Maldon's No.1 attraction

Commemorating D-Day 6th June 1944

The Combined Military Services Museum is proud to commemorate D-Day on the 6th of June, 79 years after the event became one of the most important military operations in British military history.

Towards the end of World War Two, British, American and Canadian forces carried out Operation Overlord, a combined naval, land and aerial operation which planned to invade France through the beaches at Normandy. This took months of planning and involved a deception campaign, Operation Bodyguard, to mislead German forces of the timing and location of an Allied invasion of France. D-Day was the crucial first day for the Allied forces to push Nazi Germany back and liberate Western Europe, starting with France.

Allied ships sailed from the Isle of Wight and travelled south along routes swept clear of mines. Several United States warships were used; however, the British Royal Navy supplied the majority of the fleet which included over 4,000 ships and 3,000 light crafts. These were filled with troops, carrying over 150,000 men. This was the largest seaborne invasion in history.

D-Day relied on a combination of low winds, calm seas and low tides to safely transport troops to land and deal with German obstacles on the Normandy beaches. D-Day was set for the 5th of June, but due to strong winds and rough seas it had to be delayed to the 6th. Further delays were not possible, although the weather remained less than ideal.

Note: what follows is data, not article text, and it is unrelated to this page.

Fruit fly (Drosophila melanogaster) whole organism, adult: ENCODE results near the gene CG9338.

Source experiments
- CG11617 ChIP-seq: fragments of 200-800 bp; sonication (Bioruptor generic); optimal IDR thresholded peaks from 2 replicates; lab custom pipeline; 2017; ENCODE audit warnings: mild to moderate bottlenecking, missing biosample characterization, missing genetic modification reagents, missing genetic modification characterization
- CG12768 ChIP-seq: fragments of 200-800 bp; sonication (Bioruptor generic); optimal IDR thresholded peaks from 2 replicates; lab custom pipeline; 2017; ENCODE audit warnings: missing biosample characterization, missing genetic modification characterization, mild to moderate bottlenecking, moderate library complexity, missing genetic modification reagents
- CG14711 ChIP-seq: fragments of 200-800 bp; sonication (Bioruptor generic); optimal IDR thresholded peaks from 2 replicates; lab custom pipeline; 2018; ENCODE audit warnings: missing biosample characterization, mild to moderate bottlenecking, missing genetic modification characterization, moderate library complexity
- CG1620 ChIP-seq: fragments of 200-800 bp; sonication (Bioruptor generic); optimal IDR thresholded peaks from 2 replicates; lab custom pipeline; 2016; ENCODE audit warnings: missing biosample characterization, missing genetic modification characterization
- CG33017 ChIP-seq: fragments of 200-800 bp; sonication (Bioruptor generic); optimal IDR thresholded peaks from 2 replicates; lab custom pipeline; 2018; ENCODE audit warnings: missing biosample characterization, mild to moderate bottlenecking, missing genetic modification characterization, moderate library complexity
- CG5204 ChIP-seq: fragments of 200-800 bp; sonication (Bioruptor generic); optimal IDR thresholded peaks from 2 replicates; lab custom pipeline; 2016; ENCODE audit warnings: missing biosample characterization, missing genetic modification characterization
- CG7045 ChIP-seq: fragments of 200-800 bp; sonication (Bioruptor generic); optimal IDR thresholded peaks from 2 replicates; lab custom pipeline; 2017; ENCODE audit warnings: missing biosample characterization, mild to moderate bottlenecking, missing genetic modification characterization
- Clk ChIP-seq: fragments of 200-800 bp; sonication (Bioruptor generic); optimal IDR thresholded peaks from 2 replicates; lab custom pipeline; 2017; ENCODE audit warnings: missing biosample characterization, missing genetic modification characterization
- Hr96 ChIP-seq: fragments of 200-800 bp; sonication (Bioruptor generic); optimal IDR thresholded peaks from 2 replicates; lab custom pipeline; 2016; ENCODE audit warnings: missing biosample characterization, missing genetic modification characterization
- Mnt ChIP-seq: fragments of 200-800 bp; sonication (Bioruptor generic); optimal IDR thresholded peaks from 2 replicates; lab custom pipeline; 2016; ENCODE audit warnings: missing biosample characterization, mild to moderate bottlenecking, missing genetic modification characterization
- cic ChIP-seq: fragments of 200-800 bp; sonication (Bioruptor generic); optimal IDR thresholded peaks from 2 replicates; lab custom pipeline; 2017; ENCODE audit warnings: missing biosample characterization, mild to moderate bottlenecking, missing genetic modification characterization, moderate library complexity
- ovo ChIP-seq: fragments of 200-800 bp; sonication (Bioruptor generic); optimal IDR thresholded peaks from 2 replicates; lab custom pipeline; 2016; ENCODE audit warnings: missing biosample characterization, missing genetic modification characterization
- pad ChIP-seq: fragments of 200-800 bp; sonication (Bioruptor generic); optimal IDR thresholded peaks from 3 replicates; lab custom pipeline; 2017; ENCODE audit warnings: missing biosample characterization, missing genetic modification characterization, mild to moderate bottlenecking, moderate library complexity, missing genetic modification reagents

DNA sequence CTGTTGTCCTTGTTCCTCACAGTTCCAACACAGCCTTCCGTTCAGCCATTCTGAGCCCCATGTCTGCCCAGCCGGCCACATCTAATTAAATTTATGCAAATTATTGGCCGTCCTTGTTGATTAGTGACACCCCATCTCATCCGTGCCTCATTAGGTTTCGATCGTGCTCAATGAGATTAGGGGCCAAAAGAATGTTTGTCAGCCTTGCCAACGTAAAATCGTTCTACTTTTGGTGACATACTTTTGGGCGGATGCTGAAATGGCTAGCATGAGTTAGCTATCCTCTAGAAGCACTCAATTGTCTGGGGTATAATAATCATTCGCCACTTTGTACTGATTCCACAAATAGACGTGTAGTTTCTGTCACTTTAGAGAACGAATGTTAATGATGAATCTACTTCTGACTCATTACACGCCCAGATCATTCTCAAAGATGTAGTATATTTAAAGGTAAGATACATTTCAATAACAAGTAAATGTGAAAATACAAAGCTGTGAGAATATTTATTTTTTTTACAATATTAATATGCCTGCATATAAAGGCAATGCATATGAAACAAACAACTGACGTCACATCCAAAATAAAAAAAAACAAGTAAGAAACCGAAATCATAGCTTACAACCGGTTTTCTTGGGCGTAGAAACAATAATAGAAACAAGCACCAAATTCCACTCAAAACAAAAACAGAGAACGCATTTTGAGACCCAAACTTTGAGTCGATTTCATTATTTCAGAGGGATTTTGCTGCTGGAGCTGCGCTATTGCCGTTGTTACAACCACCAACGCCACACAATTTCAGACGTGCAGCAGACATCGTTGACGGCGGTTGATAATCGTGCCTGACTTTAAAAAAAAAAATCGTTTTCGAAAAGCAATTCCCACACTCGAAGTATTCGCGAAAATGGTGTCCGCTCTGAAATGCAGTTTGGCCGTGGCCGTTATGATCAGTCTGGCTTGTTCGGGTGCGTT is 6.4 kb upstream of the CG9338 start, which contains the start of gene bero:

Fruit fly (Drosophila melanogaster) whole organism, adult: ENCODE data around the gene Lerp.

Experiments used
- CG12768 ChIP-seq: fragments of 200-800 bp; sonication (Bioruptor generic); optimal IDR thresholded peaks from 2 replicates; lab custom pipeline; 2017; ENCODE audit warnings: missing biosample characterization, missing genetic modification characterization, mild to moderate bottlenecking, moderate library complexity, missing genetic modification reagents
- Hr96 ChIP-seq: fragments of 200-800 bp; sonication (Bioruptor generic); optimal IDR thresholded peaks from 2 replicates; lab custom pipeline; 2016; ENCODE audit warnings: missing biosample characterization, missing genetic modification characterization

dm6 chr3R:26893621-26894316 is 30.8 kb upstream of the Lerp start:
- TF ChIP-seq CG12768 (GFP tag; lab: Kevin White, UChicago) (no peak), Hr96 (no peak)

The fleet opened fire at around 05:30 on the morning of the 6th of June. Battleships began to fire their weapons at German coastal defences. American forces landed at the Utah and Omaha beaches, British forces on the Gold and Sword beaches, and Canadian forces on Juno beach from around 06:30 to 08:00. An estimated 156,000 soldiers landed on the beaches that day, although around 4,000 Allied troops were killed.

The Combined Military Services Museum has a range of artefacts that represent this significant day in British and European history.

One particular artefact is the 15 inch naval shell on display (see below), an example of the firepower unleashed by British naval forces on D-Day. This shell weighs one tonne, had a range of 32,000 metres and was armour piercing, able to penetrate 12 inches of steel. Shells like these were fired by HMS Warspite. It is fitted with a soft nose cap which would help the hard shell tip penetrate armoured plating if the shell hit targets at an angle. The cap contained coloured powder which released red smoke if it hit the target, indicating the enemy’s location.


15 Inch Naval Shell


The Bren gun (see below) was an important gun used in D-Day, used by the parachute regiment nicknamed the “Red Devils” who were the first Allied troops to set foot in France. The Bren gun was a highly regarded light machine gun by British forces in World War Two.


Bren Mk II .303


The Royal Engineer uniform displayed below includes a metal detector used to detect mines during the Operation Overlord campaign, and would have been used in D-Day.

Mine Detector and Uniform


The thousands of Allied troops that fought in D-Day, with many sacrificing their lives in the process, must be remembered for the freedom that they ensured for future generations.

Written by Harry Baker, University of Essex (MA History)